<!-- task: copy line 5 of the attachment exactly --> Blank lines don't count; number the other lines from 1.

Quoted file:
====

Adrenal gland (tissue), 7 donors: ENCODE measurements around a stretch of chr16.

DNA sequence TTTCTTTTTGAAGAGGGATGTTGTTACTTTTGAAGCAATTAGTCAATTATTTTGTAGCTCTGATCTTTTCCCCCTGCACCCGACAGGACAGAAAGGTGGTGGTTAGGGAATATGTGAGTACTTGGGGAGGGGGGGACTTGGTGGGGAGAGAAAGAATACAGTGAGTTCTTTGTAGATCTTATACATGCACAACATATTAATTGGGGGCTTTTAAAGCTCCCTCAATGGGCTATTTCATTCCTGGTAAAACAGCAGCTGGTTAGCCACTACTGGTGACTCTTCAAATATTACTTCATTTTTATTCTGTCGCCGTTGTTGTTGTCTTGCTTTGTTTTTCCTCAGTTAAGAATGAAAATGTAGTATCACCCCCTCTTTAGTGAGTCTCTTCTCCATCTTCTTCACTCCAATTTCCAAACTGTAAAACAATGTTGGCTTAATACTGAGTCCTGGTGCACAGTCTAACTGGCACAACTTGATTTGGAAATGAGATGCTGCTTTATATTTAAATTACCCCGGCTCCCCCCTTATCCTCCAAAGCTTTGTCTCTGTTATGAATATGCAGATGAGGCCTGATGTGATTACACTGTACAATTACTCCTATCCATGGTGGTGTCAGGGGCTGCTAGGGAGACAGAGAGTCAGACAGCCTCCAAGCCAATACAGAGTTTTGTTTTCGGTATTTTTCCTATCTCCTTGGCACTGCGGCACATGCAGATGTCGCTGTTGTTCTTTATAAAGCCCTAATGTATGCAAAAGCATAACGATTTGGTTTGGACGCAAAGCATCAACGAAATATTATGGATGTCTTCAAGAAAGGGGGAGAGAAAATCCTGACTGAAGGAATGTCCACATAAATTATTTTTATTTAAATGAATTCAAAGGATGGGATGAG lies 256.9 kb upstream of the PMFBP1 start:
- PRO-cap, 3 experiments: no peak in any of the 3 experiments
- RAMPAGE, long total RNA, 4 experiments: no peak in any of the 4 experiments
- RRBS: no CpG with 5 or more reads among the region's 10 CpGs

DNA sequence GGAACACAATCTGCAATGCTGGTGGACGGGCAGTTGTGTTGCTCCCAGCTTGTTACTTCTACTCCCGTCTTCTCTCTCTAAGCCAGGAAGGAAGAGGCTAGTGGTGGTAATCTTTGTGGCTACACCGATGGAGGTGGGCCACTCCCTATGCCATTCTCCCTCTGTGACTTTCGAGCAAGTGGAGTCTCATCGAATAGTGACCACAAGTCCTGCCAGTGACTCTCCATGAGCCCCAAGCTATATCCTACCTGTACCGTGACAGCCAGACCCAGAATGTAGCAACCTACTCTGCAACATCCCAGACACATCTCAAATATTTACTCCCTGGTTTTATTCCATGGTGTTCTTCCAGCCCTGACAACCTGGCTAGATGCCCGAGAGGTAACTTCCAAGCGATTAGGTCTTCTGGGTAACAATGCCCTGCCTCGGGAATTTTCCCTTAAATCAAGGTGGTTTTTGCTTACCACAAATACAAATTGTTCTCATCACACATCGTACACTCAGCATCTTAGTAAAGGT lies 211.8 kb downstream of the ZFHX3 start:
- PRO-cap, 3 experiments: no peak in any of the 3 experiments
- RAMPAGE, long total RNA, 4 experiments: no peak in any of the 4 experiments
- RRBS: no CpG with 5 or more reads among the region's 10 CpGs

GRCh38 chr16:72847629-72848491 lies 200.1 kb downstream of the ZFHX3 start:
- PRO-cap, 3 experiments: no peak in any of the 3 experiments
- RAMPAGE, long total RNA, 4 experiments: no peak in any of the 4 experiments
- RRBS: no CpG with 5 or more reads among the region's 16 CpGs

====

- RRBS: no CpG with 5 or more reads among the region's 10 CpGs